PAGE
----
Read the full report here.

Change the World

Gay Dads More 'Equitable' in Parenting Roles Than Straight Dads, Says New Study

Unmoored by gender roles, gay dads take equal parts in being "playmates, caregivers, protectors, role models, morality guides,

A new study conducted by Éric Feugé from the Université du Québec à Montréal observed 46 families, made up of 92 gay dads and their 46 children over a period of seven years.

The study, which Feugé says is the first of its kind, analyzed the roles gay dads take in raising their kids and found the way they parent is 'very equitable'.

'We learned that gay fathers' sharing of tasks is very equitable,' the researcher told the Montreal Gazette, who added there was a "high degree of engagement" by both gay dads in all types of parental roles. "What's really interesting is that they don't conform to roles of conventional fathers. They were able to redefine and propose new models of cultural notions of paternity and masculinity."

Unmoored by gender roles, gay dads take equal parts in being "playmates, caregivers, protectors, role models, morality guides,' the author said.

Read the full review of the research here.

Gay Dad Life

From Stay-at-Home Dad to Work-at-Home Dad

In our latest Daddy Square podcast, Craig Sauer explains how being a stay-at-home gay dad is tougher in some ways than a "traditional" job

Don't mislead yourself: Stay-at-Home parenting is a full-time job - or more. It may be even tougher than the 'traditional' job because there're no days off, no sick days, no Medical, Dental and Vision coverage and no bonuses at the end of the year. Nevertheless, many dads choose to stay at home to take care of the kid(s). Some of them do it out of need to give their kids the 100% care they've always wished for, others do it as a part of a complete change in their life's direction.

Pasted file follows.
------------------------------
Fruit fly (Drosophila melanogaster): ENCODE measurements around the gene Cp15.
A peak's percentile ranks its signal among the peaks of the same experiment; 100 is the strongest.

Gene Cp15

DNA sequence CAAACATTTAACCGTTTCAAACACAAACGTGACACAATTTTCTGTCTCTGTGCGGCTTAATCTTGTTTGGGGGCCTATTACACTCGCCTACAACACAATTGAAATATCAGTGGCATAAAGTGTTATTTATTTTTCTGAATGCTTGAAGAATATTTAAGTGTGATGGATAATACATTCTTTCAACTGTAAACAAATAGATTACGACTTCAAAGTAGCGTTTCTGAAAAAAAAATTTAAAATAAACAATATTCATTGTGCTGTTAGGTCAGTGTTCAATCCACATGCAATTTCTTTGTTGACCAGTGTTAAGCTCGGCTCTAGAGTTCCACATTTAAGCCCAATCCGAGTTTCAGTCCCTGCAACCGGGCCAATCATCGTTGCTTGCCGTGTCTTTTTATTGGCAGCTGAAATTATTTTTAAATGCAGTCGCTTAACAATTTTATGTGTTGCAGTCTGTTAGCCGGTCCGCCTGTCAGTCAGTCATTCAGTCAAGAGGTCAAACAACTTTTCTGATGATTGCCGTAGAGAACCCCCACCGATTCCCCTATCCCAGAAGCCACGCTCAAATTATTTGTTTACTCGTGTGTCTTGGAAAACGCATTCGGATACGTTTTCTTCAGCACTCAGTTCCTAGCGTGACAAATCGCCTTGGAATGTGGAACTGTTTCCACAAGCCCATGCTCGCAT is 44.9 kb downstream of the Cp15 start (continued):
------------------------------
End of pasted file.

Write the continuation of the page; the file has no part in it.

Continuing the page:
We spoke with Craig Sauer, who chose to stay at home and take care of his three kids until they were old enough that he could follow his passion of photography and turn it into a business involving 3D Real Estate photography. Craig talked about being jobless before the kids came along and what part that played in his committing to be a stay-at-home dad, his full-time daddy job, and the transition to being a WAHD: Work At Home Dad.

Craig says that having a stay-at-home dad can result in some guilt in the partner. Therefore, he advices to couples who consider having one of them stay at home to have the roles of each one of them clearly defined before the baby comes.

"Not that one person has to do everything," Craig explains, "but it will be easier if one person will be Chief Management Officer of the household.

"One of the choices that we made was that I was up all night with the kids, and I was like 'don't be guilty, go sleep. I need you to be able to make your decisions for your job to bring us money, and when I'm stumbling through the day so you'll be able to say hey I think you're boiling the baby instead of the dinner' or something. So going into this with those roles agreed upon and defined was really helpful to us."


Episode Credits:

Co-Hosts: Yan Dekel, Alex Maghen
Guest: Craig Sauer, Craig Sauer 3D
Music: Hercules & Love Affair, "Leonora" buy here
Articles referred to in this episode:
Most Americans say children are better off with a parent at home (Pew Research Center)